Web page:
For those who believe that we pay too much tax, confirmation is at hand with this year's Tax Freedom Day, which falls tomorrow.
This is a theoretical exercise run by the Adam Smith Institute showing what would happen if, instead of spreading our tax throughout the year, we gave up all our earnings to the Inland Revenue, starting in January, until our liability was paid off. Tax Freedom Day - the day on which our bills would finally be cleared - is falling later and later each year as the tax burden swallows up a greater proportion of our income. So now it's only on 2 June that we start earning money for ourselves.
It's a sobering thought and illustrates why we must make sure we don't pay more than we need to. The first thing to do is to check that you've got the right tax code. This appears on your payslip and, if it changes for no reason, you should take up the matter with your payroll department.
Trying to save tax by not declaring income is a false economy. If you decide to go self-employed, for example, you must register as such with the Inland Revenue within the first three months or you may be liable for a fine.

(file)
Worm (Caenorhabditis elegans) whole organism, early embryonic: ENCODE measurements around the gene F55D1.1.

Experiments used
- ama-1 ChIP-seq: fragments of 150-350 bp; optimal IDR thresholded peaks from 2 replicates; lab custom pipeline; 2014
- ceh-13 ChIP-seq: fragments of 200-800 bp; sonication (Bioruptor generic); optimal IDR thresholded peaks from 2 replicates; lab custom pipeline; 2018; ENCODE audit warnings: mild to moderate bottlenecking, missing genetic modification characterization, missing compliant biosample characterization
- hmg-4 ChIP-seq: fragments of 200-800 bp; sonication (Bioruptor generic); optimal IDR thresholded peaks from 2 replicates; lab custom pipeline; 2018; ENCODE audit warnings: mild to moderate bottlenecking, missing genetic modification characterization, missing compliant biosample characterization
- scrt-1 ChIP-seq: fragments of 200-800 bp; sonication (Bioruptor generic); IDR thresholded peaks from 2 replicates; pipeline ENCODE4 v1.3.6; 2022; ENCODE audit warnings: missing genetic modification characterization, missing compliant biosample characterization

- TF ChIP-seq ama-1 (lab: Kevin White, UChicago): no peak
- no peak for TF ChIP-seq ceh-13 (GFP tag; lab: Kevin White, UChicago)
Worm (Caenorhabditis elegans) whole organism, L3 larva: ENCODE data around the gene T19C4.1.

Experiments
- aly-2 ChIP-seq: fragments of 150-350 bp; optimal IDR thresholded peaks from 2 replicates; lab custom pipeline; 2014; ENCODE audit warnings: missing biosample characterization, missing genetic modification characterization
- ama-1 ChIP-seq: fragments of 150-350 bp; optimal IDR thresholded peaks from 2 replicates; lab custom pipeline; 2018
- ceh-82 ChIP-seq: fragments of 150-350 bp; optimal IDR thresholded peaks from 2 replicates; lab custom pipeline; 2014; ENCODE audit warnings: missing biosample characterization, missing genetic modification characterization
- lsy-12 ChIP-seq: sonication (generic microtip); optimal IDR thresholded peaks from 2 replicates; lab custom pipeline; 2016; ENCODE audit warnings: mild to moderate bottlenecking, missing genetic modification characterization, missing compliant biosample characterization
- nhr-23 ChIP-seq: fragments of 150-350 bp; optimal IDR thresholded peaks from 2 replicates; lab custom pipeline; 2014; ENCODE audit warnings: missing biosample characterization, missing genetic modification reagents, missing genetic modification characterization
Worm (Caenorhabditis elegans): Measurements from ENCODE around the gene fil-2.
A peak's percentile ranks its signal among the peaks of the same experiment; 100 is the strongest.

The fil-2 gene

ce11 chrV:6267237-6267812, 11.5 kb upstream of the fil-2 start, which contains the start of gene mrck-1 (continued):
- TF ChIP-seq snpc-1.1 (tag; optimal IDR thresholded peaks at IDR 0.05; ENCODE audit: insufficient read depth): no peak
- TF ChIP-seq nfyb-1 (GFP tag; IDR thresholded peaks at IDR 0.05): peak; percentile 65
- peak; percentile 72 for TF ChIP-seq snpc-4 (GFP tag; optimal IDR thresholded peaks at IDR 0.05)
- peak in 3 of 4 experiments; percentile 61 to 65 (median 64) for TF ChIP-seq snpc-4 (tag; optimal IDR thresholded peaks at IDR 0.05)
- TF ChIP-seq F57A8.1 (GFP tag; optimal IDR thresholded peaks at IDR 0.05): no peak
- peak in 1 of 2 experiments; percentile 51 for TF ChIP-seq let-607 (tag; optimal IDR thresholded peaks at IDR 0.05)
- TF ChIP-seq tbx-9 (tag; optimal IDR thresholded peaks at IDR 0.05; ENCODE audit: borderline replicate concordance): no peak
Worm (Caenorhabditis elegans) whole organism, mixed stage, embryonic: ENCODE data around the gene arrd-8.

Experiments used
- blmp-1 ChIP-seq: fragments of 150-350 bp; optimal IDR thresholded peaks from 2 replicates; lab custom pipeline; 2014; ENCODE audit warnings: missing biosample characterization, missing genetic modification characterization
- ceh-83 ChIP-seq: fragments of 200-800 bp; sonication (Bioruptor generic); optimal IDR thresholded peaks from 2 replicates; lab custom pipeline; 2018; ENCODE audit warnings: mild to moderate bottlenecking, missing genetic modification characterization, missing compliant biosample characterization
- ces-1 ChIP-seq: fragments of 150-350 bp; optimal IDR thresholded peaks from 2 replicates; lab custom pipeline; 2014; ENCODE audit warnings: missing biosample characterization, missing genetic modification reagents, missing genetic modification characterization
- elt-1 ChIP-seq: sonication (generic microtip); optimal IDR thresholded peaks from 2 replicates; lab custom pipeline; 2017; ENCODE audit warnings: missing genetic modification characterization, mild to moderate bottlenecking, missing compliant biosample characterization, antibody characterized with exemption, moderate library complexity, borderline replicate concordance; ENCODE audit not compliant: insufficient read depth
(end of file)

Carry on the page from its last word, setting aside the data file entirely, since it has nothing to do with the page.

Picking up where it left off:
And once you have filled out your self-assessment return, you must pay the tax you owe on time or, again, face a fine. One way of easing the paperwork burden is to get the Revenue to calculate what you owe. To do this, you must return your form by 30 September.
If you are self-employed and work from home, make sure you claim a proportion of the household expenses - such as heating, lighting and phone calls - against your business income. This should be done through your self-assessment form.
But be careful when you are splitting the phone bill. Claims can only be made for the cost of business calls, not on the line rental and other fixed charges. If you are reimbursed for private calls, this is classed as a taxable benefit and should be declared to the Revenue.
The Association of Chartered Certified Accountants also suggests letting out a spare room because you can charge rent of up to £4,250 tax-free every tax year. And while it is no reason in itself for getting married, there are tax benefits to be gained from doing so. Assets passed from husband to wife or vice versa are exempt from inheritance tax and capital gains tax.
With a bit of planning, tax needn't be a headache. Get into the habit of reviewing your finances once a year - and if you can't bear to do this yourself, hire an accountant. Otherwise, your personal tax freedom day could keep falling later and later every year.